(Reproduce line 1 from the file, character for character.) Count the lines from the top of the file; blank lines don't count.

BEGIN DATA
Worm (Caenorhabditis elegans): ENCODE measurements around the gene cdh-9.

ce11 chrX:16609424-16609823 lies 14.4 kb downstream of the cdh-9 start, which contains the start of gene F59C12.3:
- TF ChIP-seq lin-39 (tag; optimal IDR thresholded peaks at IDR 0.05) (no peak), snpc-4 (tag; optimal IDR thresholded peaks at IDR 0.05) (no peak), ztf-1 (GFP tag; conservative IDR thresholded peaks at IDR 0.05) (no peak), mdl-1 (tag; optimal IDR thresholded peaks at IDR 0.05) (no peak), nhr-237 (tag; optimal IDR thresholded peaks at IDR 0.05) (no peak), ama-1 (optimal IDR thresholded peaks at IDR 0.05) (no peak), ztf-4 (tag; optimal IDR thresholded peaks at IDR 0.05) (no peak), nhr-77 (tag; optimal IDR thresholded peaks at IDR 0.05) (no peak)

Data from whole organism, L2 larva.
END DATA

Worm (Caenorhabditis elegans): ENCODE measurements around the gene cdh-9.